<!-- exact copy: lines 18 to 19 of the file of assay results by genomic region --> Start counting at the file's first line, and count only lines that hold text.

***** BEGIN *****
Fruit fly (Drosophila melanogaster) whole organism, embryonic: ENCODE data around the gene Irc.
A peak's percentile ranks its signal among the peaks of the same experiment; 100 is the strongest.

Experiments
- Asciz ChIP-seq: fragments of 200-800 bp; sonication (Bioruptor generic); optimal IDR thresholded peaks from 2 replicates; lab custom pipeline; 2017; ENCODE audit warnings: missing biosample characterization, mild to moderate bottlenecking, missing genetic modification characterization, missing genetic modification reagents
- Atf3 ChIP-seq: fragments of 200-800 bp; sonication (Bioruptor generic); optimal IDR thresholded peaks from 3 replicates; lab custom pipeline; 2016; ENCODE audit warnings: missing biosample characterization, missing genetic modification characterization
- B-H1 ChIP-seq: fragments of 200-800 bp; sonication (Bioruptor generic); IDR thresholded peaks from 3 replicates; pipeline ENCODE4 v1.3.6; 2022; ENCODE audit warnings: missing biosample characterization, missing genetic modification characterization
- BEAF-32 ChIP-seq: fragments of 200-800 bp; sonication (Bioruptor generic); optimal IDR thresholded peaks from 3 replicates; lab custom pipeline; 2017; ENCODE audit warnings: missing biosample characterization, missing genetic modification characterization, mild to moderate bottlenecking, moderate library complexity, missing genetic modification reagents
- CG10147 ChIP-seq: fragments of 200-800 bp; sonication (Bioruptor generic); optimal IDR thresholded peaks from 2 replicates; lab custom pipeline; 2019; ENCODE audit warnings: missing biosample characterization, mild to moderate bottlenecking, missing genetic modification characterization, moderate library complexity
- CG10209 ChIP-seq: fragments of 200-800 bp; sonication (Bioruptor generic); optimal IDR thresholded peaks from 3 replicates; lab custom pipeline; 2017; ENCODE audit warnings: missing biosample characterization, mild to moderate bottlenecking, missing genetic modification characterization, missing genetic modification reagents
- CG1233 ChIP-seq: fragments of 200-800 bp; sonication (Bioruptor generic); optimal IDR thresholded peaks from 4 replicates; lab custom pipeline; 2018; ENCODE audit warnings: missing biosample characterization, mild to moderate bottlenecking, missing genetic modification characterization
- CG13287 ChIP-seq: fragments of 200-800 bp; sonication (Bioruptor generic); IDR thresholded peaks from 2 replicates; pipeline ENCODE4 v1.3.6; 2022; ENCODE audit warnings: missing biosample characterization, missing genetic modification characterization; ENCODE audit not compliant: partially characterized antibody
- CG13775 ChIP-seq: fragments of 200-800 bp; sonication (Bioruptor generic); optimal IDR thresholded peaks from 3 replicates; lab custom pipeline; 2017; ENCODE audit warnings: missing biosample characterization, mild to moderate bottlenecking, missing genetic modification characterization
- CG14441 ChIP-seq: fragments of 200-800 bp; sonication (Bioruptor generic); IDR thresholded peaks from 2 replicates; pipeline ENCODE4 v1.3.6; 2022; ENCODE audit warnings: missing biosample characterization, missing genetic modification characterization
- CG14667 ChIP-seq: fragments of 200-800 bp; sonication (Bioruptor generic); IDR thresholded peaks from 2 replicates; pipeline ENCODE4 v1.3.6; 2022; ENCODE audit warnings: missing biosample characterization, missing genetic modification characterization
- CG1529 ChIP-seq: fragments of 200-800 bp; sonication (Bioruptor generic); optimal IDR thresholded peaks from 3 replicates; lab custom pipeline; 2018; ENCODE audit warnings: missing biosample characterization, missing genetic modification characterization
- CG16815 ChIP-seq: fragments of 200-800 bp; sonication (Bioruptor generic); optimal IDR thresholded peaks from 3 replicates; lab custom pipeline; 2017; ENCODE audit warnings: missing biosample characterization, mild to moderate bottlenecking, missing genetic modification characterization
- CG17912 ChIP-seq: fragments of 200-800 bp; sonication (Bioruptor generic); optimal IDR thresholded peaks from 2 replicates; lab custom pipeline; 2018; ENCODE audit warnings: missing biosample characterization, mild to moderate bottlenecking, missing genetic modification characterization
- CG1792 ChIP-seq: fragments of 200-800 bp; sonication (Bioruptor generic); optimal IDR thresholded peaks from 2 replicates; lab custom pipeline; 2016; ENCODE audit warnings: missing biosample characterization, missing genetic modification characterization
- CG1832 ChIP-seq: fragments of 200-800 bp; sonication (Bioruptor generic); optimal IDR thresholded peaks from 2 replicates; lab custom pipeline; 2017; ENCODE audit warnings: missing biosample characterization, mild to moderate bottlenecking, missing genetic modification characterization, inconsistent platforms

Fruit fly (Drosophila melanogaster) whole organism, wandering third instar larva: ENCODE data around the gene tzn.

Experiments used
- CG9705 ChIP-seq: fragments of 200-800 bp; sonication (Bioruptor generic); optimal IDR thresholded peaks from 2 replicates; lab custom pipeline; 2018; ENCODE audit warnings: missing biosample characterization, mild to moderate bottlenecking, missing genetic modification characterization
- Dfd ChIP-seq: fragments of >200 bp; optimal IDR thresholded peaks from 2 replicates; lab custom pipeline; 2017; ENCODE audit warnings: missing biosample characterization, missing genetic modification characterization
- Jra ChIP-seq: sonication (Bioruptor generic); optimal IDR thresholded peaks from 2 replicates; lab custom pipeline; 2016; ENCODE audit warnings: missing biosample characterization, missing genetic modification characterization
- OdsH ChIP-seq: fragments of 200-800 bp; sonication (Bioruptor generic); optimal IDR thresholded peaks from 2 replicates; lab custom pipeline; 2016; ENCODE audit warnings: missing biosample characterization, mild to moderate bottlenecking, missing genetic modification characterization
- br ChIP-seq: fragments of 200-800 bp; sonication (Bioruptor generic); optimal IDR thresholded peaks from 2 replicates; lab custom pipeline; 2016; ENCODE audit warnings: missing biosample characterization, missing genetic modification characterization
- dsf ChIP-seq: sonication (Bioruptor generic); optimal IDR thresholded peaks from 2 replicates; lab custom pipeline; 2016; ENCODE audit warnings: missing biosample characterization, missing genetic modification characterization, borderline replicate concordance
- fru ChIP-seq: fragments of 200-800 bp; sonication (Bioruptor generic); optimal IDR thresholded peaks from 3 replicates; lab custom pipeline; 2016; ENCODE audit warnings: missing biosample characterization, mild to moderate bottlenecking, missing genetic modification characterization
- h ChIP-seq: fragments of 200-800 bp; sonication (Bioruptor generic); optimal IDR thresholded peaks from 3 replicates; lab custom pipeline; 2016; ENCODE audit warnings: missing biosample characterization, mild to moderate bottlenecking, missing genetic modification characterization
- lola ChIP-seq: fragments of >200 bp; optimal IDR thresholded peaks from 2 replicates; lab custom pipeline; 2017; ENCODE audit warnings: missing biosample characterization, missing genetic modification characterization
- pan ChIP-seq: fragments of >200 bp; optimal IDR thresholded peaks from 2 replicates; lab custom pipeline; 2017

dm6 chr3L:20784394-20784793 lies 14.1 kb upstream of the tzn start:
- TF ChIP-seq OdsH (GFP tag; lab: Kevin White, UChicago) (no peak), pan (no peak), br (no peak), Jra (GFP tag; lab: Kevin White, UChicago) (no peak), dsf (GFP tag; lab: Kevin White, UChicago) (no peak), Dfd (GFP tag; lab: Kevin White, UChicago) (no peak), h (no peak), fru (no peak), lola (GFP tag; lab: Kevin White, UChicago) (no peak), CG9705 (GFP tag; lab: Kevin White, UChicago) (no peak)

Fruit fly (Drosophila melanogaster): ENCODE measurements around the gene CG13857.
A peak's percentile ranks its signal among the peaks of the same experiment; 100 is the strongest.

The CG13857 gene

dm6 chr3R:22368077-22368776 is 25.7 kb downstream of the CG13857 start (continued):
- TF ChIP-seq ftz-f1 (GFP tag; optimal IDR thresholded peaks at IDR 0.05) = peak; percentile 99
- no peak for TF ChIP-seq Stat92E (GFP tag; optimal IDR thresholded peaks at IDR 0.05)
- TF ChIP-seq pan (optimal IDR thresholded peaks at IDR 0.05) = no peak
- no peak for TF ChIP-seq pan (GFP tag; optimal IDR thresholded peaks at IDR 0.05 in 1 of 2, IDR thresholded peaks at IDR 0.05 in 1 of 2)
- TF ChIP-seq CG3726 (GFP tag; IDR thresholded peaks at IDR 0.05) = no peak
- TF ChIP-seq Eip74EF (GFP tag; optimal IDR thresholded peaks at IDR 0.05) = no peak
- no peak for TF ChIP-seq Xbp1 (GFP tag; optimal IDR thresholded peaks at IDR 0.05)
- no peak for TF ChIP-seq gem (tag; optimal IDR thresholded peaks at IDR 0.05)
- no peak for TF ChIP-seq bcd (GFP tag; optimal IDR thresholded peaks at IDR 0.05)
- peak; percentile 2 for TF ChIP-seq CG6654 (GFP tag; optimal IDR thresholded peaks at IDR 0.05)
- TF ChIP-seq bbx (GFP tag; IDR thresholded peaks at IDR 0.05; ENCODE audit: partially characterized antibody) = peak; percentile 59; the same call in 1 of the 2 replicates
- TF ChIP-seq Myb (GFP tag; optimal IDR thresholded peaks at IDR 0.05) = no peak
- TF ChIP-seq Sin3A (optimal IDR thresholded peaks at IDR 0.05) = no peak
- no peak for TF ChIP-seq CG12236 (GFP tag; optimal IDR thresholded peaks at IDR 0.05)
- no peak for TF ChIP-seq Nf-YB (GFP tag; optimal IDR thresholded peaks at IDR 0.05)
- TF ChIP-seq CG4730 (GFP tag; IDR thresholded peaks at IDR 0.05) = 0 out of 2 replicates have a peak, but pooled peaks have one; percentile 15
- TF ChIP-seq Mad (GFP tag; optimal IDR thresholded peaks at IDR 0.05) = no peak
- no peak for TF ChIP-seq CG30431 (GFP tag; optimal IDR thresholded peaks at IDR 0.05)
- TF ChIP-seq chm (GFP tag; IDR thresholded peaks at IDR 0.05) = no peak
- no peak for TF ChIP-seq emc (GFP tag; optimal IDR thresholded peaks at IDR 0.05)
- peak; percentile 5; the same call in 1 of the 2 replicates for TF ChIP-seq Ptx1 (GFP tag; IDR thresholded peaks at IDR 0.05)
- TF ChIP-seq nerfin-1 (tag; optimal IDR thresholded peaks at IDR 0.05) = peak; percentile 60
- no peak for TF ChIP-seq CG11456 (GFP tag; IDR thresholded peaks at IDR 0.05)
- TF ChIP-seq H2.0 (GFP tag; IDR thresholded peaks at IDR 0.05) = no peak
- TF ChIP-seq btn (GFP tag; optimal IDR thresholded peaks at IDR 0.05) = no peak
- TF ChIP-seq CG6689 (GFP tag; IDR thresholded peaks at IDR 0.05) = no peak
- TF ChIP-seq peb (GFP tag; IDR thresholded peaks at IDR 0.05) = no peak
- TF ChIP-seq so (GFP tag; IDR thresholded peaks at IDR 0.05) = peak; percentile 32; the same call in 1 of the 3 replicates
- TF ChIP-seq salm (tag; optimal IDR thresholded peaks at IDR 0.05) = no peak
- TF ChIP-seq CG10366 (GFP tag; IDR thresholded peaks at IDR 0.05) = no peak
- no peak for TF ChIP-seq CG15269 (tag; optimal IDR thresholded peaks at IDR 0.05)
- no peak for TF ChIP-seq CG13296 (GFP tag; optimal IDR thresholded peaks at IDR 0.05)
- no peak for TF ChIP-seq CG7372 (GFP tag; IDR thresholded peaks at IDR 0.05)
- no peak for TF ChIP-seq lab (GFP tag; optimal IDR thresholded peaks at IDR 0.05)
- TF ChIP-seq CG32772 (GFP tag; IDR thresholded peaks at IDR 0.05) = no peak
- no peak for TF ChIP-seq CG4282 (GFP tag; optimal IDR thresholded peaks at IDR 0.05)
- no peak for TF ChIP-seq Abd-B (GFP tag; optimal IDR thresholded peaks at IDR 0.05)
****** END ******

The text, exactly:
- CG1792 ChIP-seq: fragments of 200-800 bp; sonication (Bioruptor generic); optimal IDR thresholded peaks from 2 replicates; lab custom pipeline; 2016; ENCODE audit warnings: missing biosample characterization, missing genetic modification characterization
- CG1832 ChIP-seq: fragments of 200-800 bp; sonication (Bioruptor generic); optimal IDR thresholded peaks from 2 replicates; lab custom pipeline; 2017; ENCODE audit warnings: missing biosample characterization, mild to moderate bottlenecking, missing genetic modification characterization, inconsistent platforms